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How does the federal "means test" work?

Many people who live in Cleveland or in other parts of Bradley County, Tennessee, and who are facing financial challenges, may be frightened by the federal "means test" that is used in most family bankruptcy cases. But, residents should not fear this test.

The means test does not screen anyone completely out of the bankruptcy process. No one who has some financial problems, but who is high income should therefore assume bankruptcy is not an option.

On the other hand, if a person or couple cannot "pass" the means test, they likely must file a Chapter 13 repayment plan bankruptcy. This is instead of the more common Chapter 7 bankruptcy, which allows debtors to surrender non-exempt property and discharge their debts.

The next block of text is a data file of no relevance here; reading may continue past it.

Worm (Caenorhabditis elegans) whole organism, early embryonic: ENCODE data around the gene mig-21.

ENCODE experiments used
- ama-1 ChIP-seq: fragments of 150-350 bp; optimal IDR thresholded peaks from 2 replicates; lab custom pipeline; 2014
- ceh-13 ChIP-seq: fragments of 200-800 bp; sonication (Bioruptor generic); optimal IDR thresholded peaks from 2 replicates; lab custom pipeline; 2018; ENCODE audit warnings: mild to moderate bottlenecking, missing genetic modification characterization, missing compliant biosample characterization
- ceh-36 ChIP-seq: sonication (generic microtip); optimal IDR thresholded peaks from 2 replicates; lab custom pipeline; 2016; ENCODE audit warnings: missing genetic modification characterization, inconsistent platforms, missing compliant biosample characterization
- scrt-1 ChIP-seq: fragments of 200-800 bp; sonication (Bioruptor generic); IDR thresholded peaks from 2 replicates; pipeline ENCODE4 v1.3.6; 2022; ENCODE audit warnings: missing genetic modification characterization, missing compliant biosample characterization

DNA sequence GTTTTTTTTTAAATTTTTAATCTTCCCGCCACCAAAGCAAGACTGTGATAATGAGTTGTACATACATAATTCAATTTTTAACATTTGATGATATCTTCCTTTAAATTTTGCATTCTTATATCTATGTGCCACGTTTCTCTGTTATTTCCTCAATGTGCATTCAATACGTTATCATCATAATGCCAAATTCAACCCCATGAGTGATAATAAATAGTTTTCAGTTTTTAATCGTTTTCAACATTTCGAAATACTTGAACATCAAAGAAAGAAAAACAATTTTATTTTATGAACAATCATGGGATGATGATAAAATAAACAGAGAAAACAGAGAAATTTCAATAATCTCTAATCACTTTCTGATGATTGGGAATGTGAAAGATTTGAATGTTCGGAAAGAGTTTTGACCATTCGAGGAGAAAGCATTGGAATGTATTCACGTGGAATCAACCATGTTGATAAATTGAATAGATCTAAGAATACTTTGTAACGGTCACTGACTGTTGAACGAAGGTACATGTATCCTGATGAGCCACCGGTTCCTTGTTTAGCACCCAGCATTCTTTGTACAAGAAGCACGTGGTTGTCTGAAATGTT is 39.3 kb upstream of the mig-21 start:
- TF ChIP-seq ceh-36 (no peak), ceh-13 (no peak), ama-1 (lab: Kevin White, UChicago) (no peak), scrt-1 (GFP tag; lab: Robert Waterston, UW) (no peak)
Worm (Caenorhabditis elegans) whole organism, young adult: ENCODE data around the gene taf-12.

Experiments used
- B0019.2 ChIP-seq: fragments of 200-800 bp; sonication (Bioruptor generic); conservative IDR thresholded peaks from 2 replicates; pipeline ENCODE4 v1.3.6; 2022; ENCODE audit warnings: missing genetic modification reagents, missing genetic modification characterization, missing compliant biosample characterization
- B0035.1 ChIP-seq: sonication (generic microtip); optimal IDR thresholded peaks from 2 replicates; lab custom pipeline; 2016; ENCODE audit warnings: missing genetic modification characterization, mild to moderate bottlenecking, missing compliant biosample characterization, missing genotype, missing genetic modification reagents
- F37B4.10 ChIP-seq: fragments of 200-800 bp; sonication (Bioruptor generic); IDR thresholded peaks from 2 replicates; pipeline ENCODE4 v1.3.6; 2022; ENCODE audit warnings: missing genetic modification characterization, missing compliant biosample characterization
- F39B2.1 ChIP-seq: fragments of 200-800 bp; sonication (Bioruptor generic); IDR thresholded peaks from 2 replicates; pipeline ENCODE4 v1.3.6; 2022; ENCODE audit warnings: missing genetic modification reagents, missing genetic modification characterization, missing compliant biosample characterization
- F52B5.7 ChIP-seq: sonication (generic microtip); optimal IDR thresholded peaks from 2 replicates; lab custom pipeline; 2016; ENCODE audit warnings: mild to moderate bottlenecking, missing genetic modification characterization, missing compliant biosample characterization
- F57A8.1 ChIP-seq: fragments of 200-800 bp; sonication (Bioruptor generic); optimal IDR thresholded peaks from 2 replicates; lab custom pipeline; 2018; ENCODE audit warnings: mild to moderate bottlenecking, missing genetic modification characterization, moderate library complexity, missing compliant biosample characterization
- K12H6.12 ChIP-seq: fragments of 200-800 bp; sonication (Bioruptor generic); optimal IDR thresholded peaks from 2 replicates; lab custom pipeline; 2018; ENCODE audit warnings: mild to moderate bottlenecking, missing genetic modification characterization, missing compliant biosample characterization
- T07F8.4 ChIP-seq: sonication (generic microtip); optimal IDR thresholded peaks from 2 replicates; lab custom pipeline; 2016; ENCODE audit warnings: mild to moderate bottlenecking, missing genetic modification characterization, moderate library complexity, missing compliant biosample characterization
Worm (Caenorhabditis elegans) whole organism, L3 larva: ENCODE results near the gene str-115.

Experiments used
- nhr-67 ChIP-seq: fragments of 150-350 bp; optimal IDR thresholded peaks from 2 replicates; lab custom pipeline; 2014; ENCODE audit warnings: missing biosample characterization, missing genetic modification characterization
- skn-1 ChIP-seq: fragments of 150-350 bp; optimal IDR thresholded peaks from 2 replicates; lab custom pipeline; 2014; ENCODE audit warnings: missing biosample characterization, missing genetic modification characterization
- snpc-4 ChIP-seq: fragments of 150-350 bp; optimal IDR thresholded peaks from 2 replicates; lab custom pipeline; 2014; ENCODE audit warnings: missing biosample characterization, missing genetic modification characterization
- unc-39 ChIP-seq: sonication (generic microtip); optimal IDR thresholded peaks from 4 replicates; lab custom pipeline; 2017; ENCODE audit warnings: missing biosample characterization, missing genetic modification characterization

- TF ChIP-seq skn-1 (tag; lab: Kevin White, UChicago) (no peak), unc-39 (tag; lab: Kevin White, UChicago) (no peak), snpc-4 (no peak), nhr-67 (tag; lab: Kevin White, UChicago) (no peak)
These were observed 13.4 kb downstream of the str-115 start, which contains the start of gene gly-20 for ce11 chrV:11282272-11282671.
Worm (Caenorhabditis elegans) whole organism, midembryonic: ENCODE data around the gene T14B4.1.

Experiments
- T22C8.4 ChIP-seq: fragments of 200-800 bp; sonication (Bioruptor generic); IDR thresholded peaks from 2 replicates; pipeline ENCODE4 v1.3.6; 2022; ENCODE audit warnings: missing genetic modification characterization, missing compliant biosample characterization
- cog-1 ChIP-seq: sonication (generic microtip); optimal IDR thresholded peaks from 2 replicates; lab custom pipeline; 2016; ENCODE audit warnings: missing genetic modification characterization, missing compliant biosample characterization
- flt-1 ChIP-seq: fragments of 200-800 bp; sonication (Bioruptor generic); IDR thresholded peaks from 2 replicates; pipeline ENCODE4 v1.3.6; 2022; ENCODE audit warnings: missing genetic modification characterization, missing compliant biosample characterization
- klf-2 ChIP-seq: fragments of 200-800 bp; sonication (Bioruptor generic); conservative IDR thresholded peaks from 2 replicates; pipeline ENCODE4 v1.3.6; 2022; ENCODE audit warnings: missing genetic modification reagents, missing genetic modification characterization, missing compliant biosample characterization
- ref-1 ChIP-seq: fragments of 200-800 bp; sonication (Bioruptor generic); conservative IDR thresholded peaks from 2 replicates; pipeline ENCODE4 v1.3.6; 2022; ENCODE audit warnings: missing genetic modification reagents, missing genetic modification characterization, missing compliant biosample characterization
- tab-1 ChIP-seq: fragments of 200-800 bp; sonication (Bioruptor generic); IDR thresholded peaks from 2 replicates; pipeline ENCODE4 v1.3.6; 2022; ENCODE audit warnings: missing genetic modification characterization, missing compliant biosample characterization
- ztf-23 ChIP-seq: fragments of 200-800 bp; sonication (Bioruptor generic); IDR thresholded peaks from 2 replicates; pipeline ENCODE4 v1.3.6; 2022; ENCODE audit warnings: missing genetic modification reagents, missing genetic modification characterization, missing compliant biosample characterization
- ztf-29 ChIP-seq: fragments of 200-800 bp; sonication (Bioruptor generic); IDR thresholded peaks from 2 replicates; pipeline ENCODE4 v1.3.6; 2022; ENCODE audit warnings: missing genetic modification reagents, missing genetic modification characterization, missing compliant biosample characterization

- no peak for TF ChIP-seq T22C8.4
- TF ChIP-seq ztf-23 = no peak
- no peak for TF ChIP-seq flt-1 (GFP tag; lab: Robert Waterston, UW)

The means test consists of two basic parts. The first looks only at a family's total income from all sources over the previous six months. If it appears that the income falls below a median level for another Tennessee family living in generally the same area and with the same size, then no further inquiry is necessary. If so, the family has passed the means test and may file a Chapter 7 bankruptcy.

If not, then the family must give an account of all of their monthly expenses. Once calculated, if it appears that the family has some money that they could devote to paying-off unsecured creditors, like credit card companies and medical providers, then they will be expected to file a Chapter 13 bankruptcy and repay a portion of their debts over time.

The means test may require families with higher income to file a Chapter 13 bankruptcy. Nonetheless, it does not stop anyone from getting a discharge altogether. And, as bankruptcy laws are rather complicated, one may be best served consulting with an experienced bankruptcy attorney.

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